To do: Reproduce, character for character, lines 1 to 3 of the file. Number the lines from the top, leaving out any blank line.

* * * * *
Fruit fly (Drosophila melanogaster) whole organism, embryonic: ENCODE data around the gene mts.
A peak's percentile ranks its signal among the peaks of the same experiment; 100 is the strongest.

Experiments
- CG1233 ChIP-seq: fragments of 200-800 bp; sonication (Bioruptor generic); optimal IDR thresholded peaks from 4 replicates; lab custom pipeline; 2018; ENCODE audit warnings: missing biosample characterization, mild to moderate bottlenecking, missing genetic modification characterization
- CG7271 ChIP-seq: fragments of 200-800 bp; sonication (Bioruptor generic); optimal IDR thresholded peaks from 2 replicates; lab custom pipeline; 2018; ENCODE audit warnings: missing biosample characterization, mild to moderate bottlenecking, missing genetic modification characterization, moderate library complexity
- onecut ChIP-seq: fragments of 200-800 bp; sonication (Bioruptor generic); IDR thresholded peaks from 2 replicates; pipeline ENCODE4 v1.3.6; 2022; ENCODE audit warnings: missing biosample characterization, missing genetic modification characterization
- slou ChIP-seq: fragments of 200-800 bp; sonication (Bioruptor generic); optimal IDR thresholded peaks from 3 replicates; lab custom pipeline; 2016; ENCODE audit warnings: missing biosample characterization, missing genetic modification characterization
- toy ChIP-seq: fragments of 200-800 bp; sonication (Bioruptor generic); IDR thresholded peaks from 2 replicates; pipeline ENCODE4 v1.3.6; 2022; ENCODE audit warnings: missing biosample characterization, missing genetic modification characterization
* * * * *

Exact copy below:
Fruit fly (Drosophila melanogaster) whole organism, embryonic: ENCODE data around the gene mts.
A peak's percentile ranks its signal among the peaks of the same experiment; 100 is the strongest.

Experiments